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Irina Manta and Berin Szóka: Who’s afraid of Josh Hawley?

Irina Manta and Berin Szóka: Who’s afraid of Josh Hawley?

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Josh Hawley

Sen. Josh Hawley, R-Mo., speaks during a Senate Small Business and Entrepreneurship hearing on Feb. 3 in Washington.

Bill O'Leary/The Washington Post via AP, Pool

Sen. Josh Hawley wants you to be afraid — very afraid. He claims that he’s being “canceled” because of his views — and that Big Tech is building the kind of social credit system the Chinese government uses to monitor and control its citizens. De-platforming will force Americans to conform to the “right opinions.”

But is that really true? Is Hawley just a “Karen” who cuts the wrong person off in traffic and gets followed home on a livestream and, as he describes it, is “shamed into crying for mercy as her license plate is broadcast to an online horde eager to hound her out of a job”? Is he merely the victim of online hazing that could happen to anyone?

Hawley isn’t like the rest of us. He’s a United States senator. He didn’t cut someone off in traffic. He incited a mob to take over the government by relentlessly gaslighting them with phantasms of election fraud. He would richly deserve to be de-platformed everywhere. But that hasn’t even happened: He remains on Twitter, can still reach millions of viewers on Fox News every night, and found an alternative publisher for his book.

The response to the likes of Hawley and former President Donald Trump has been neither unfair nor disproportionate. Remember: Five people died, and the mob came close to capturing members of Congress and even the vice president. Moreover, tens of millions of Americans have been conned into believing that Trump’s victory was somehow stolen. Those willing to spread misinformation and incite violence have learned a hard lesson about free markets: Private companies don’t have to associate with them.

As a former Supreme Court clerk, Hawley understands this, and more broadly the public/private distinction, perfectly well. He built his political career by arguing that Christian bakers have a constitutional right to refuse to make cakes for gay weddings. Yet now he claims the First Amendment requires tech companies to host speech they find abhorrent. It doesn’t. It gives websites the same absolute right to refuse to carry content that newspapers have.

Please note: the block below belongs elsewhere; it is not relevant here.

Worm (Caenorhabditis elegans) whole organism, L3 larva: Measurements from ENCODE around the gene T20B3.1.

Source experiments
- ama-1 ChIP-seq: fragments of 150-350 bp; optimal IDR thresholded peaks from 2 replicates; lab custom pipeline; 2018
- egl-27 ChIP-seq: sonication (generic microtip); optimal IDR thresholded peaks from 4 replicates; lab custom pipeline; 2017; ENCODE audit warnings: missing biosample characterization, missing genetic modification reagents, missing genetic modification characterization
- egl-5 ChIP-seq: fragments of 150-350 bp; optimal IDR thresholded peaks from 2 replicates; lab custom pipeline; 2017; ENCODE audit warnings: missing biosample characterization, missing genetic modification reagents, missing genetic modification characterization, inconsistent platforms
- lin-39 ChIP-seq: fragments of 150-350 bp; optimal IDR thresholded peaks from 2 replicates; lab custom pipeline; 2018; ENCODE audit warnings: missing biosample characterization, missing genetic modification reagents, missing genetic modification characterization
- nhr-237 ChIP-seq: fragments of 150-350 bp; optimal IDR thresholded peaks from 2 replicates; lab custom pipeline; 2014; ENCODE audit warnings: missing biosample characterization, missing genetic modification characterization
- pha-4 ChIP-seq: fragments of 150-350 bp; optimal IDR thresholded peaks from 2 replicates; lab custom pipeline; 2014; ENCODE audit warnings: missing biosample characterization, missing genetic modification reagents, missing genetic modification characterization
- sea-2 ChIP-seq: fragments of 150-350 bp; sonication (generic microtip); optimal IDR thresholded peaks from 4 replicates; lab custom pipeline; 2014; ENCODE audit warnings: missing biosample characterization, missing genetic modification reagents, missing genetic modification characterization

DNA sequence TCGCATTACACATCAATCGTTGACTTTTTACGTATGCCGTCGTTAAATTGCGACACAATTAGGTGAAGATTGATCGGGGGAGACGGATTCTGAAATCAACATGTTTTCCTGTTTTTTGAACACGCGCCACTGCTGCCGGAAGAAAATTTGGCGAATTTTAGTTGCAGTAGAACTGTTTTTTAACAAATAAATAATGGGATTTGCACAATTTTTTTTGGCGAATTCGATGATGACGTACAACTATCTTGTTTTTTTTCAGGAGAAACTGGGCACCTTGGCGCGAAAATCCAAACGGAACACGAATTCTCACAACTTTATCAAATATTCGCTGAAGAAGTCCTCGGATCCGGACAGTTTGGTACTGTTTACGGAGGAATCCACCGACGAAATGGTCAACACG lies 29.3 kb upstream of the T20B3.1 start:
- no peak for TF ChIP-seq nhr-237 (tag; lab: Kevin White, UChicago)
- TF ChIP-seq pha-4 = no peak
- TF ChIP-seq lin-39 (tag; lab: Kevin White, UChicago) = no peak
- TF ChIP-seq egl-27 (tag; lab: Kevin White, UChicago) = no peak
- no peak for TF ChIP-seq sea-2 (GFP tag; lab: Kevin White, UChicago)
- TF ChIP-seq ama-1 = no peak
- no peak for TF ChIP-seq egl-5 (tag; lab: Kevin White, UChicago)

Hawley claims that the “tech titans have already booted dozens of conservatives off social media.” Just as with the election, his primary evidence is polling about Republicans’ feelings — instead of actual evidence of bias or fraud. The strongest empirical evidence Republicans ever invoke is a 2019 study concluding that Twitter was “21 times more likely” to ban pro-Trump accounts. Has Hawley actually looked at the list of who got booted and why?

Those three dozen pro-Trump accounts that Twitter banned aren’t what Ronald Reagan would have identified as conservative. Others whose accounts were frozen include Alt-Right founder Richard Spencer and David Duke, former Grand Wizard of the Ku Klux Klan. There’s the Proud Boys, which led the assault on the Capitol, and Jared Taylor, founder of American Renaissance, the leading white supremacist magazine. Alex Jones of InfoWars and various QAnon believers also are the types of people and entities being de-platformed.

They aren’t just the subset of “Karens” who made innocent mistakes. They aren’t being banned for voicing conservative opinions about tax rates or school choice or foreign policy. They are the most vicious and dangerous bigots and demagogues in America. When Hawley speaks about freedom, he’s talking about giving these scoundrels the power to force private enterprises to carry their conspiracy theories, hate speech and incitement to violence.

Hawley has proposed multiple bills that would effectively stop websites from moderating even the most outrageous content. Under one bill, Republicans could completely shut down tech companies they don’t like: even under a Democratic president, if the two Republican Federal Trade Commissioners questioned a website’s neutrality, it would lose the legal shield that protects it from being sued. That liability could be crushing and, ironically, if any such tech companies survived, it would be only the very giants Hawley denounces.

Compelling private media to carry speech they find noxious isn’t just un-conservative. It’s un-American. President Ronald Reagan would have recognized such ideas as the kind of totalitarian control of speech against which he was fighting. If the defenders of free speech Hawley seeks to rally should be afraid of anyone, it’s Hawley himself.

Perhaps what’s really bothering Hawley isn’t that he is no longer able to speak; it’s that many people have stopped listening to him.

Irina Manta (@Irina_Manta) is a professor of law and the founding director of the Center for Intellectual Property Law at the Maurice A. Deane School of Law at Hofstra University. Berin Szóka (@BerinSzoka) is president of TechFreedom, a think tank dedicated to technology law and policy.

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